don’t get me wrong, I’m not saying that all free, ad financed apps are bad and all pay to play apps are good. There are some apps that I am willing to share my information with, but at any point, if I believed that those apps were using my information to make my life worse, I’d hit delete without a thought.

Lucky for me, as I hardly use social media, but for most of the world’s population that uses Facebook let it get to a point where it manages to gain such a monopoly on their digital presence, that people are scared to quit it. Isn’t it absurd that the thought of deleting Facebook gives people anxiety? Why?

The Fear of Deleting Facebook

Does it really baffle me on how Facebook has become apart of our lives that people who lived without it for 35 years are suddenly concerned about losing it? It does! It’s ironic, as the reason people signed up to Facebook in the first place was for information on their friends, families, and acquaintances, and now Facebook has become the go-to place for looking this information up.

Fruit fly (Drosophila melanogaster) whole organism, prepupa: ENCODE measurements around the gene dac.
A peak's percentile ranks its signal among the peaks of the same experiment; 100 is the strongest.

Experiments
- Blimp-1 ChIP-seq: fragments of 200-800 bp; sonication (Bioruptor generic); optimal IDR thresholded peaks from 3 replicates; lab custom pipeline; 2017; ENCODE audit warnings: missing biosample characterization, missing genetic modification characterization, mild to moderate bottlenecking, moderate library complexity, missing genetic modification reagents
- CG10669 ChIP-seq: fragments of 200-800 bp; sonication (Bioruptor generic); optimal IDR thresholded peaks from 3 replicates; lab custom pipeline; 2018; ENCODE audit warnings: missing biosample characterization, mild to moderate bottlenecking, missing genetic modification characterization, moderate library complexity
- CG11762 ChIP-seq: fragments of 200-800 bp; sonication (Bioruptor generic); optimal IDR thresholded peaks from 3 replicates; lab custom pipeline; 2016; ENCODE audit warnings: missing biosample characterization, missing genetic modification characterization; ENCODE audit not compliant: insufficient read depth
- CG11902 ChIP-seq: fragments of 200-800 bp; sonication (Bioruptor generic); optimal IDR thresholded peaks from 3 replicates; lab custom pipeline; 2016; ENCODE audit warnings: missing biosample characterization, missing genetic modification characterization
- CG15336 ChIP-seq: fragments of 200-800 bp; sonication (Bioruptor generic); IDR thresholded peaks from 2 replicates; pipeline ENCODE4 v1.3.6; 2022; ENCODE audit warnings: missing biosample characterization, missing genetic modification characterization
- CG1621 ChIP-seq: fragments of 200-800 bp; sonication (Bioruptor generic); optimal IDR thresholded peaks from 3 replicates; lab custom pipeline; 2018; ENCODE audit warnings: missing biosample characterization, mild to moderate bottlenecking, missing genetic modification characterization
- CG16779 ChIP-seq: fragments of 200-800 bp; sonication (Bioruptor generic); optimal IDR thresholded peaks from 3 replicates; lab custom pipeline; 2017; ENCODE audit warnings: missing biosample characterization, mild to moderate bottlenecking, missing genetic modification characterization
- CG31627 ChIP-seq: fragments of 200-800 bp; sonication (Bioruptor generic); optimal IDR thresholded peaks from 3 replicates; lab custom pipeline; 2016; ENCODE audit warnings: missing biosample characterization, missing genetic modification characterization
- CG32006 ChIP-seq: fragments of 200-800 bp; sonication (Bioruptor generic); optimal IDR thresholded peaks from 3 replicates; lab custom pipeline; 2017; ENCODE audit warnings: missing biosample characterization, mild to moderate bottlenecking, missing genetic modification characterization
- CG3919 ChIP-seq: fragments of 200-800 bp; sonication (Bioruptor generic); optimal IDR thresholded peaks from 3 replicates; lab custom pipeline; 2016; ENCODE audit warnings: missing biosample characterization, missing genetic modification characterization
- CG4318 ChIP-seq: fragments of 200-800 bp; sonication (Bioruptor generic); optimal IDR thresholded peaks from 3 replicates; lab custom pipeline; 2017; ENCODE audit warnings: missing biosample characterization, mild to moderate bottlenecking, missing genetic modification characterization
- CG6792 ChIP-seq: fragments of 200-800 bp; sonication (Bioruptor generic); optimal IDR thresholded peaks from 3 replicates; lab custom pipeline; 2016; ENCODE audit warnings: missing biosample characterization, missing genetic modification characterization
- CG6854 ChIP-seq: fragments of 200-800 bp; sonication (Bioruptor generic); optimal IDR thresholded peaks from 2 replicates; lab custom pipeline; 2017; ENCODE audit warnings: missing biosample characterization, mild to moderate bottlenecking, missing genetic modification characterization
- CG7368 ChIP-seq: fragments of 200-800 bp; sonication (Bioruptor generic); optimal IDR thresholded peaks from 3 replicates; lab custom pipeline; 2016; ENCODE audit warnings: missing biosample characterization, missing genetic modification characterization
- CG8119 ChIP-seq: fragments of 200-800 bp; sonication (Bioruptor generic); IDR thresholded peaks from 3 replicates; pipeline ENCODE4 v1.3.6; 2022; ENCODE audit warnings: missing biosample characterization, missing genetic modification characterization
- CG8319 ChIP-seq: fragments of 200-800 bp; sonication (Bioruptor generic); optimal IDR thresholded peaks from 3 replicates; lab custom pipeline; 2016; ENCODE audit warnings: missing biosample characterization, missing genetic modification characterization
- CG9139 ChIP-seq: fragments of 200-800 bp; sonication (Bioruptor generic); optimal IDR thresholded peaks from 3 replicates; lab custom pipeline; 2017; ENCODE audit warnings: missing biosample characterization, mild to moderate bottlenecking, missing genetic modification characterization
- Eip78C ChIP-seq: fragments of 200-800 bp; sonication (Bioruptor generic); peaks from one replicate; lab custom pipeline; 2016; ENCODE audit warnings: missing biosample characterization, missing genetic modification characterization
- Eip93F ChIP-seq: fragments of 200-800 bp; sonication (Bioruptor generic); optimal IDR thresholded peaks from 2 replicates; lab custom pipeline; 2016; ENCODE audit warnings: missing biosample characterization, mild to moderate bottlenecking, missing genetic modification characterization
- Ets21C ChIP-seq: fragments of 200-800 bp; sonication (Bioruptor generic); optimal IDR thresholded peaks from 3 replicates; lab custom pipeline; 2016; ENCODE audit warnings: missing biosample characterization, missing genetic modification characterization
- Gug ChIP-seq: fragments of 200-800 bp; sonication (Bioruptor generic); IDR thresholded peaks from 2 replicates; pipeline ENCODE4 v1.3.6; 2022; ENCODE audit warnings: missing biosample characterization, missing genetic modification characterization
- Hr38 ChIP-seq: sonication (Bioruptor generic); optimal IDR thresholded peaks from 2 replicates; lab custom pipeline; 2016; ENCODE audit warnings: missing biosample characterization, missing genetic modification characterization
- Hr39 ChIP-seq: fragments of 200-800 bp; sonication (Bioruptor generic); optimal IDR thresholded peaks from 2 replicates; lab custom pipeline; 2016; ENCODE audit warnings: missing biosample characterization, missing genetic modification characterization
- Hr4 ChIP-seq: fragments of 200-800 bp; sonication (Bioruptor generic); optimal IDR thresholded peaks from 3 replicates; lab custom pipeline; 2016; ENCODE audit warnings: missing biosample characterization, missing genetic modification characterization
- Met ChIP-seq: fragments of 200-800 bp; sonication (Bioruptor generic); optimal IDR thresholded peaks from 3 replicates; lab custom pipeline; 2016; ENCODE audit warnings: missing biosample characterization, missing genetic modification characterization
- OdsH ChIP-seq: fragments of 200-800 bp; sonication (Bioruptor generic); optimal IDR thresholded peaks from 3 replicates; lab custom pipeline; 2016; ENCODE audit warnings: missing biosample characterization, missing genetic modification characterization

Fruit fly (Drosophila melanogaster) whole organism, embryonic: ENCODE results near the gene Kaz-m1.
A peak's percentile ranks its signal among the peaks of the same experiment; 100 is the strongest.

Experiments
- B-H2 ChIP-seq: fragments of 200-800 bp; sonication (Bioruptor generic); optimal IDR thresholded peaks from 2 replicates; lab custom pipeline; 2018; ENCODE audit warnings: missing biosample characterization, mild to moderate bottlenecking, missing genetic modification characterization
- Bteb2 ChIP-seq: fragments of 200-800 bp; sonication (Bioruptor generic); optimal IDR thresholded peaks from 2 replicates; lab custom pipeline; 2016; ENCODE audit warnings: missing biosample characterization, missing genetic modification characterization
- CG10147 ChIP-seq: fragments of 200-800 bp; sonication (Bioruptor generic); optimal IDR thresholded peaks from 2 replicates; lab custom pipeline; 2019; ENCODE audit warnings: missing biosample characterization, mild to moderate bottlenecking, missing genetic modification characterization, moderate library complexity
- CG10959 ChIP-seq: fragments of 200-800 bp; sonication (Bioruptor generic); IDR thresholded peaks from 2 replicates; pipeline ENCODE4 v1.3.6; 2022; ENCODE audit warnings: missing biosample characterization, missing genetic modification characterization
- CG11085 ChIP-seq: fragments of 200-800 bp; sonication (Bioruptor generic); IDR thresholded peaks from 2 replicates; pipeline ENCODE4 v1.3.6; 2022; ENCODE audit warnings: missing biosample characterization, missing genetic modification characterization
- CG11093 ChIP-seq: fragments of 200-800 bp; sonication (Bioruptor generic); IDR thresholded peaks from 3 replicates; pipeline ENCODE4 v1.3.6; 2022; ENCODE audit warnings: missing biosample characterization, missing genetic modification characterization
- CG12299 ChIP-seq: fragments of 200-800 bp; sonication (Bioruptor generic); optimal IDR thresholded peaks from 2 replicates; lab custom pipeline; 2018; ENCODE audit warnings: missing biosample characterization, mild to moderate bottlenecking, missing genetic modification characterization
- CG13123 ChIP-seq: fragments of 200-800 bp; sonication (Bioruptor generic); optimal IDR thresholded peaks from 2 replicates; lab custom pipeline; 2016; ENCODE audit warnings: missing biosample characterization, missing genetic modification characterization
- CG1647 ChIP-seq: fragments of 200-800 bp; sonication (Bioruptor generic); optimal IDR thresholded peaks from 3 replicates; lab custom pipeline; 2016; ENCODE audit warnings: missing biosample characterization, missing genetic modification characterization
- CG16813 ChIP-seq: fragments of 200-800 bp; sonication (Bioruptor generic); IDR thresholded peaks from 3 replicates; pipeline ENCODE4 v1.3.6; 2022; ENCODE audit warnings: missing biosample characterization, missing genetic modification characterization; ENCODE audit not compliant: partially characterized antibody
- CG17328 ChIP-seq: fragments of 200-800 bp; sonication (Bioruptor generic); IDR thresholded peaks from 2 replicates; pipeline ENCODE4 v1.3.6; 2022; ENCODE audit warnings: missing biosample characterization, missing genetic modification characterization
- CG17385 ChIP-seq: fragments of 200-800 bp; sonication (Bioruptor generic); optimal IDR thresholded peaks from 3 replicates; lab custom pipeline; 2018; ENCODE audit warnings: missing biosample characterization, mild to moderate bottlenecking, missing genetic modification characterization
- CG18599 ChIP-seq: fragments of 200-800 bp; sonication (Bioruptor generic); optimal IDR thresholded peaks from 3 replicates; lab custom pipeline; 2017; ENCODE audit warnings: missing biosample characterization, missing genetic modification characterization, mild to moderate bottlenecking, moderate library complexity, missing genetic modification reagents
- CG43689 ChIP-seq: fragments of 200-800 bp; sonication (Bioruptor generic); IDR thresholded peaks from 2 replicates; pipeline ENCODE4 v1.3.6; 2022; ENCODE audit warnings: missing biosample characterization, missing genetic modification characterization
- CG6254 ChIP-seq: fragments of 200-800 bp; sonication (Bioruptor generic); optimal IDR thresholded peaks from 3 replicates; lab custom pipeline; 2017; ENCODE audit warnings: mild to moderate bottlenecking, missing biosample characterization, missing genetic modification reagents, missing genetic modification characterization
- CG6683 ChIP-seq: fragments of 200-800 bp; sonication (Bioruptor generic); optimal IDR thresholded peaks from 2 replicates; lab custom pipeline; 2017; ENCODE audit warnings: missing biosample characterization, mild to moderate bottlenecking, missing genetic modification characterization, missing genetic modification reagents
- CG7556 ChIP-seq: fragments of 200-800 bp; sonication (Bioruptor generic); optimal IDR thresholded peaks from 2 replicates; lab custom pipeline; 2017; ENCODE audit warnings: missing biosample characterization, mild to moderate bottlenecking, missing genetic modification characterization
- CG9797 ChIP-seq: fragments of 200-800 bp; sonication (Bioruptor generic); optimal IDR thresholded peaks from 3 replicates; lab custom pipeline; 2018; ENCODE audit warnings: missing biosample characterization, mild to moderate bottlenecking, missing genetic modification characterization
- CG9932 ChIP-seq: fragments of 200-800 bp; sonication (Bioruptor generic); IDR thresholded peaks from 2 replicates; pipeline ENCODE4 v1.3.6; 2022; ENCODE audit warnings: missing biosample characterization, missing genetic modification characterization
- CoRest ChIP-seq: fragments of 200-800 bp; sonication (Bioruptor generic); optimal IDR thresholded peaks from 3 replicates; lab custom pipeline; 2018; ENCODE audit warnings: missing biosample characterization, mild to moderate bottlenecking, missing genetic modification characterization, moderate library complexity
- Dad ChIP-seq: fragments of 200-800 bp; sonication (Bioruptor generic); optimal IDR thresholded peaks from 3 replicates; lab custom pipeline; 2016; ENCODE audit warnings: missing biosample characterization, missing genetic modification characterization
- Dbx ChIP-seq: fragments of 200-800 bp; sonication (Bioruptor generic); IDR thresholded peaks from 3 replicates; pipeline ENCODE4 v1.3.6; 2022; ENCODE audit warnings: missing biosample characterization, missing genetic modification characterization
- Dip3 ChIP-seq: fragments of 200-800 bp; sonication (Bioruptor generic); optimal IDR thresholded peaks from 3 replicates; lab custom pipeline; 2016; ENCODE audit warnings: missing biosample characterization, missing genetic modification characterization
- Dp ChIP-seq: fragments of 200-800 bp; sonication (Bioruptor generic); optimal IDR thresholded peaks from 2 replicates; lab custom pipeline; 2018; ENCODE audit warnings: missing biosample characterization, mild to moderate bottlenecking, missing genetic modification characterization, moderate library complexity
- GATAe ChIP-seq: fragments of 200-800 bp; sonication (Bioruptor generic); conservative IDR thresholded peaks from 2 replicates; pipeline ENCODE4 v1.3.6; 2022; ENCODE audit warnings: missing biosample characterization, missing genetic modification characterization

Through the years, Facebook has added extra updates to change friendships from an active to a passive process. All you need to do is wait for some message to appear from a friend or acquaintance and then respond to it. No effort is required to reach out and ask whats going on in their lives, instead, you get it spoon-fed to your timeline through magical friend algorithms.

Think about how often you reach out to your friends to ask them how they’re doing? Or to see if there are any big updates in there lives? You barely need to do this anymore, since Facebook has automated the process for you. No Effort Needed, The Information Comes Direct To You.